ETFs with an environmental, social and governance (ESG) tilt continued to gather inflows despite the market turbulence as the coronavirus sent shockwaves through the global economy.
One of the leading benchmark providers in Europe for ESG strategies is MSCI. The firm has over 1,500 equity and fixed income ESG indices which either include, re-weight or exclude companies depending on their ESG scores.
MSCI is by some distance the most popular index provider for European ETF issuers offering sustainable strategies with exposure to US equities. The largest of these is the $1.1bn iShares MSCI USA ESG Screened UCITS ETF (SDUS).
However, in June, HSBC Global Asset Management (HSBC GAM) went against the grain by partnering with FTSE Russell to launch a sustainable US equity ETF, the HSBC USA Sustainable Equity UCITS ETF (HSUS), which tracks a low carbon ESG index.
With the two strategies on their own being very appealing to investors in the current climate, what are the key differences to offering US equity exposure through MSCI and FTSE Russell sustainable indices?
HSBC USA Sustainable Equity UCITS ETF (HSUS)
iShares MSCI USA ESG Screened UCITS ETF (SDUS)
FTSE USA ESG Low Carbon Index
MSCI USA ESG Screened Index
Total expense ratio (TER)
HSUS tracks the FTSE USA ESG Low Carbon index. The benchmark offers exposure to US equities while integrating ESG, carbon emissions and fossil fuel reserves considerations.
FTSE Russell provides the ESG ratings and data modelling which targets a 20% improvement on ESG scores. It uses a three-tilt approach by considering the ESG scores, carbon emissions and fossil fuel reserves by targeting a 50% reduction on carbon intensity by tracking carbon emissions as well as a 50% reduction on fossil fuel reserves intensity.
HSUS also excludes any company that is involved within controversial industries such as weapons, tobacco, thermal coal, nuclear energy or conflict with the UN global compact principles.
According to ETF Logic’s data and analytics tool, Logicly, HSUS has a global compact score of 56.1 while it has an environmental score of 63.3, a social score of 55.6 and a governance score of 50.4.
It is comprised of 471 constituents which are primarily in the information technology sector (38.8%). This is ahead of financials with 14.1% and consumer staples with 10.8%.
By a significant margin, its largest holding is Microsoft with 13.4% ahead of Apple and Visa with 6.9% and 3.5%, respectively.
SDUS, meanwhile, tracks the MSCI USA ESG Screen index which similarly excludes companies involved within controversial industries.
The weighting of SDUS is then determined by the market cap of the constituents rather than being tilted by certain sustainable aspects like HSUS. This process is likely why HSBC GAM’s HSUS is 5bps more expensive at 0.12%.
SDUS offers a larger portfolio with 579 holdings which again is dominated by the information technology sector with 29.9%. However, its second largest sector exposure is healthcare with 14.5% ahead of consumer discretionary with 12.7%.
Another difference SDUS has is that Apple is the largest holding with 7.6% ahead of Microsoft with 5.3%. Interestingly, Amazon is the third largest holding with 4.8% which is contributes to the large exposure to consumer discretionary.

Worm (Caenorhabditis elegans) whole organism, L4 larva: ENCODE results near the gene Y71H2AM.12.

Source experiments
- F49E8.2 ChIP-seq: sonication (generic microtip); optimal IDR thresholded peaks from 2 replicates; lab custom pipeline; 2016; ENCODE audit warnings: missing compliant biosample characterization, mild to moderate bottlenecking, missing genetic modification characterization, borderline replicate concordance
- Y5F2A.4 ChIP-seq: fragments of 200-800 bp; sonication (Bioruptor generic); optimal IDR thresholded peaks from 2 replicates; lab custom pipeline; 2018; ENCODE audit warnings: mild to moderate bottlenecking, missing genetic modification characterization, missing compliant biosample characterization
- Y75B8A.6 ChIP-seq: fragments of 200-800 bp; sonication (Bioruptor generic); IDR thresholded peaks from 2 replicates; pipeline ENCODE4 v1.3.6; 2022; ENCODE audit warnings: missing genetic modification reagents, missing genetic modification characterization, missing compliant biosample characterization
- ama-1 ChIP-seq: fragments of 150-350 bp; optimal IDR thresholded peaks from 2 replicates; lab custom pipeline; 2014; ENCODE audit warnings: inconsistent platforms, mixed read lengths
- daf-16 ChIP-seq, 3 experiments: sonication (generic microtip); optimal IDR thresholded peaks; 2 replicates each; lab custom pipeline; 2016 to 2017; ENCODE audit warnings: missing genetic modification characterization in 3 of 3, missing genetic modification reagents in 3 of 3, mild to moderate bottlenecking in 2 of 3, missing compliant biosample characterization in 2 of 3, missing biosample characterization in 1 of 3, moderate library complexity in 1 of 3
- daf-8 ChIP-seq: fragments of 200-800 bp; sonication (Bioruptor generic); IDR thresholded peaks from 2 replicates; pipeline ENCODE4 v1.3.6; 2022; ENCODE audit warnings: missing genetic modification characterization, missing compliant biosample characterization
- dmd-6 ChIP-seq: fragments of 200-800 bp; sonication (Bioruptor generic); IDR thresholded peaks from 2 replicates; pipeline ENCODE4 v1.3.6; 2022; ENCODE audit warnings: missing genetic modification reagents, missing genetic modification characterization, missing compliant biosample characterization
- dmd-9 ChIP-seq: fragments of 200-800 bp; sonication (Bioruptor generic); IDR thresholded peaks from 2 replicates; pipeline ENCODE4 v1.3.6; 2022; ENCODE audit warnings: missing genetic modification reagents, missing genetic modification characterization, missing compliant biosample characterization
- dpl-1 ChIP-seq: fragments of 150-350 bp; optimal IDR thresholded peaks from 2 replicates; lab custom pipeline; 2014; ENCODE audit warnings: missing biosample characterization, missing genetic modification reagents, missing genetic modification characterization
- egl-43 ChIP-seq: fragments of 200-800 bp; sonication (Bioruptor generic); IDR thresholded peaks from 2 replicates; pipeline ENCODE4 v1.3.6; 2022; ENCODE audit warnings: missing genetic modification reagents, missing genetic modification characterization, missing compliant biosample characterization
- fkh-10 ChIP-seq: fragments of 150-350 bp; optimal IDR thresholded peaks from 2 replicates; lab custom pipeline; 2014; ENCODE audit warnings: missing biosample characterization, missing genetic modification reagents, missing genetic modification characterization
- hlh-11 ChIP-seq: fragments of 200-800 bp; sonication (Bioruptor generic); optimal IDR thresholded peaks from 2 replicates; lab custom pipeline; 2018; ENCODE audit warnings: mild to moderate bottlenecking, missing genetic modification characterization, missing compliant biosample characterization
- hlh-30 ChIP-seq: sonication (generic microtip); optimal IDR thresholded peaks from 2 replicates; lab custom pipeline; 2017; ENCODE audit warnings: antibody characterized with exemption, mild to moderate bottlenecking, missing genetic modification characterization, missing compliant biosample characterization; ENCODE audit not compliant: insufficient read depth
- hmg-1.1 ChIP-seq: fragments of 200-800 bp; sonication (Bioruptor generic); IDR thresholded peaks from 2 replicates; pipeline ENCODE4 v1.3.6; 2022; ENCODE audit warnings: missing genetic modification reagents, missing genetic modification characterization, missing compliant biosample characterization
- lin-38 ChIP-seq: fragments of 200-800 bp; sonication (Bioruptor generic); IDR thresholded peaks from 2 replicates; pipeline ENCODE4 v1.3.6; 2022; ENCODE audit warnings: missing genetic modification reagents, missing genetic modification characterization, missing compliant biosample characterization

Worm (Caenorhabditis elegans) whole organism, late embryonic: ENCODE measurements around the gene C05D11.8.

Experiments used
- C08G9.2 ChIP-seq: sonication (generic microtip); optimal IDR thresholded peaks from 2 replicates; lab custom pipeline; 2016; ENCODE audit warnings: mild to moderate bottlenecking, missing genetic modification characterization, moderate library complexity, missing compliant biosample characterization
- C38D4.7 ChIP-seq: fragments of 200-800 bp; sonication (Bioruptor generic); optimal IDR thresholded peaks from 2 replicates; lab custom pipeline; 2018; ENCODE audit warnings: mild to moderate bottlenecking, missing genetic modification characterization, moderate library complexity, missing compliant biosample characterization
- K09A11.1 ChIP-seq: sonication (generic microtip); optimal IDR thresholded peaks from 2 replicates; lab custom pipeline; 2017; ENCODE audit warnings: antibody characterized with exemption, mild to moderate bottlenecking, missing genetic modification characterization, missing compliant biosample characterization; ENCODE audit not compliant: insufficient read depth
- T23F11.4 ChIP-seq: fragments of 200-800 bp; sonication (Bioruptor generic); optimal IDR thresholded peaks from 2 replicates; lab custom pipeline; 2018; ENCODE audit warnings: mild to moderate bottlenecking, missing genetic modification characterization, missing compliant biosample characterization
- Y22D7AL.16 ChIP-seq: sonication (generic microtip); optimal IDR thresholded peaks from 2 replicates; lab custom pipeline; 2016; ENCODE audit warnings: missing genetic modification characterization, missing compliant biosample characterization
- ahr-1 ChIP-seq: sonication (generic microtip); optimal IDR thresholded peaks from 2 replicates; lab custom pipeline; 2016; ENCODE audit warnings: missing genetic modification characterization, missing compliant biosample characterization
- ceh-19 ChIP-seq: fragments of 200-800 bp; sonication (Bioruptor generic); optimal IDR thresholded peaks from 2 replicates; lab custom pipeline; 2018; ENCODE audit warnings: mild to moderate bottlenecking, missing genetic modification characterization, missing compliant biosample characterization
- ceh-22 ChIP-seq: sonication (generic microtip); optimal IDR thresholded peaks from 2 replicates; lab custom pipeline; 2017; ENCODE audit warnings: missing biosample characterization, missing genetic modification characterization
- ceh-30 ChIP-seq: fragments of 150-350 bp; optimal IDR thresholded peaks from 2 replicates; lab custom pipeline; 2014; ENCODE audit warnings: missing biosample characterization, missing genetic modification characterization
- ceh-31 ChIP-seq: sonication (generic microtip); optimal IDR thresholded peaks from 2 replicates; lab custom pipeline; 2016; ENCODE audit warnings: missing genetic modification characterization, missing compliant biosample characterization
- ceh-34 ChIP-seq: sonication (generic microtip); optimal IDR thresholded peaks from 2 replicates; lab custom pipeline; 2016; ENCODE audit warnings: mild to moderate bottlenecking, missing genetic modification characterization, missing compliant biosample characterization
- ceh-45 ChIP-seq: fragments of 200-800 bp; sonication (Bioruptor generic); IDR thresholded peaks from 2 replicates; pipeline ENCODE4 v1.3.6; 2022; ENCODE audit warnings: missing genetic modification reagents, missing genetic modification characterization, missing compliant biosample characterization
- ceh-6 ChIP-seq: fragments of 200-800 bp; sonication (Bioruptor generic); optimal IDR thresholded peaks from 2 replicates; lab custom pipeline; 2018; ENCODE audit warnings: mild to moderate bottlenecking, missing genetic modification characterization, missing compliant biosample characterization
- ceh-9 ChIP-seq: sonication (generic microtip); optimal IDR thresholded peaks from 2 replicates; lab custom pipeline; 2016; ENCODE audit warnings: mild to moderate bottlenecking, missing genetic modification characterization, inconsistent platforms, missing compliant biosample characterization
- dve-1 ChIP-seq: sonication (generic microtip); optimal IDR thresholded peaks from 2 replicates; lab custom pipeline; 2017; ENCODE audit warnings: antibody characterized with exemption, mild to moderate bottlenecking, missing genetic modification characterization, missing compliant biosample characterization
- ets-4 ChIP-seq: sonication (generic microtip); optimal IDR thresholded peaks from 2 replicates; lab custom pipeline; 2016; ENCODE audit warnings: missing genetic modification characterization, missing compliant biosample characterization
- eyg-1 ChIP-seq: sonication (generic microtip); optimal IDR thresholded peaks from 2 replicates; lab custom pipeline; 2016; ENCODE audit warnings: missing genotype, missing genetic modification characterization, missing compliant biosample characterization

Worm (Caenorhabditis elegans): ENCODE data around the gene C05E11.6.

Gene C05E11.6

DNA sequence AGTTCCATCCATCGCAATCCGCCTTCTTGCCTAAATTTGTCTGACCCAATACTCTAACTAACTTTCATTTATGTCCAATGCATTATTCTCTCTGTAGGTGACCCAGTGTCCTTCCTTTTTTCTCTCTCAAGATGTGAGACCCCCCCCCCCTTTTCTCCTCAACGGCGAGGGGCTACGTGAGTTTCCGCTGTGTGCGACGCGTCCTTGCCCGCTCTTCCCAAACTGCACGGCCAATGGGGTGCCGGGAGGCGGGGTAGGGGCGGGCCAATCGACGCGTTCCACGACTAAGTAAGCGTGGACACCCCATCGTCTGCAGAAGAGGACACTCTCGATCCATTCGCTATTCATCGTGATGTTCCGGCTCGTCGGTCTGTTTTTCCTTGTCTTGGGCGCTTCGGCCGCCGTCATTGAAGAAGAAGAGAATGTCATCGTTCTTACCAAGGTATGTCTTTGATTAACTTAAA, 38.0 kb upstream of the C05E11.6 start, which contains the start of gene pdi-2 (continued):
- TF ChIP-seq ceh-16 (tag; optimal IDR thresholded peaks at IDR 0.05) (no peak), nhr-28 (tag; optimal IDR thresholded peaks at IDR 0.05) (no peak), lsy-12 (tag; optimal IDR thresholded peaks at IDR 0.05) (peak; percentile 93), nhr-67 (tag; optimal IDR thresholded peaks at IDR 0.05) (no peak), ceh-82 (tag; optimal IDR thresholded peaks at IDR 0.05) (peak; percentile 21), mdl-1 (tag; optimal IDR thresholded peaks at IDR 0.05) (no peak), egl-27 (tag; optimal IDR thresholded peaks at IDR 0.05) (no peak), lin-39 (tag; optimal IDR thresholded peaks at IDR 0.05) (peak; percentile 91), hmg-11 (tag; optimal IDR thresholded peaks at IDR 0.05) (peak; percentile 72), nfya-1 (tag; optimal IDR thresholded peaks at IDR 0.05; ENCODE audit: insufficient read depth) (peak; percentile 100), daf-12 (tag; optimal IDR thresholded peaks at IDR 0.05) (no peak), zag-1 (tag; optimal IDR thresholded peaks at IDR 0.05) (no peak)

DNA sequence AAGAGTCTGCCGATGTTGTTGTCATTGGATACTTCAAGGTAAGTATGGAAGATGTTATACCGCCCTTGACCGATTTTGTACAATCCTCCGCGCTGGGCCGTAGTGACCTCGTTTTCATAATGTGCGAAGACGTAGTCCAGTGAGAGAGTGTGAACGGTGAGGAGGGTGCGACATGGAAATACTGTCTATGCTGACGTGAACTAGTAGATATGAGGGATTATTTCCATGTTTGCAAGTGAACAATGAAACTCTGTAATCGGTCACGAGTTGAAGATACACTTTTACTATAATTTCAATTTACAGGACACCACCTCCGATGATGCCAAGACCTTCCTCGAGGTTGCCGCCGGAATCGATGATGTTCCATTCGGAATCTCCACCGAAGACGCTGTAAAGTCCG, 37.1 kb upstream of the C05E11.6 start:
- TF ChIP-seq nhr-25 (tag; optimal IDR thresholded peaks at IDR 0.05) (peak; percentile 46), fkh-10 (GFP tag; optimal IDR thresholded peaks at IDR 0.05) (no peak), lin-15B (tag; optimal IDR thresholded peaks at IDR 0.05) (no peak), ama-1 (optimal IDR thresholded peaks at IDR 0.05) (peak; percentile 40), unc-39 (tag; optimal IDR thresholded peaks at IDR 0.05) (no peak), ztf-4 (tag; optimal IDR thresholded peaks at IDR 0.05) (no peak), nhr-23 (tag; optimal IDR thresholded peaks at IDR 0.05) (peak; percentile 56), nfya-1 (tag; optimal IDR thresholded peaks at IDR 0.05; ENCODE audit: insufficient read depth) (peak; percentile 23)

In terms of Logicly’s ESG score, SDUS is slightly behind HSUS. SDUS has a global impact score of 53 which is 3.1 below HSUS. Similarly, its environmental and social scores are below by 5.6 and 3 points, respectively, while its governance score is the same.
As HSUS is only three months old, performance history is limited. However, the US equity market has rallied in the past three months so it is interesting to see which of these two ETFs has outperformed.
Since HSUS’s inception, the S&P 500 index has climbed 7.4%. Over the same period, HSUS has climbed just shy of 6% while SDUS outperformed both with 8.1%.
In fact, SDUS has outperformed the S&P 500 index by 3.2%, year-to-date.
One factor behind HDUS’s underperformance could be due to its weighting methodology. One of the best performing stocks of 2020 is electric car company Tesla which split its stocks on 31 August, causing a short rally. MSCI rates Tesla highly for ESG, meaning it has a weighting of just over 1% for SDUS.
However, FTSE Russell rates Tesla as the worst car manufacturer with regards to ESG and therefore underweights it meaning it only accounts for 0.06% of the fund. This means HSUS has missed out on a significant exposure to a stock that has a YTD performance of 452% and has climbed 168.2% since its inception.
Apple, another company that split its stocks on 31 August, has produced a modest return of 78.7% YTD. Both ETFs would have captured this performance well given Apple is SDUS's largest exposure with 7.6% weighting while the stock is HSUS's second largest with 6.7%.
These two ETFs may offer exposure to the same region, however, they are very different strategies and consequently, offer very different return profiles.
HSBC GAM’s HSUS incorporates an ESG-tilt strategy managed by FTSE Russell, that overweights companies that are reducing their carbon emissions and fossil fuel reserve.
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BlackRock’s SDUS takes a lighter sustainable approach using MSCI’s exclusion process which does not include any company involved within controversial industries.
This process has benefitted SDUS considerably having strongly outperformed the S&P 500 so far in 2020 which has seen some very big ups and downs.
For investors seeking sustainable returns, both in cash and morally, HSUS goes beyond a simple exclusions methodology. By reducing carbon emissions and fossil fuel reserves, HSUS has a far greener filter than SDUS. Therefore, this ETF would be a better option for investors looking to have a greater sustainable impact on US companies.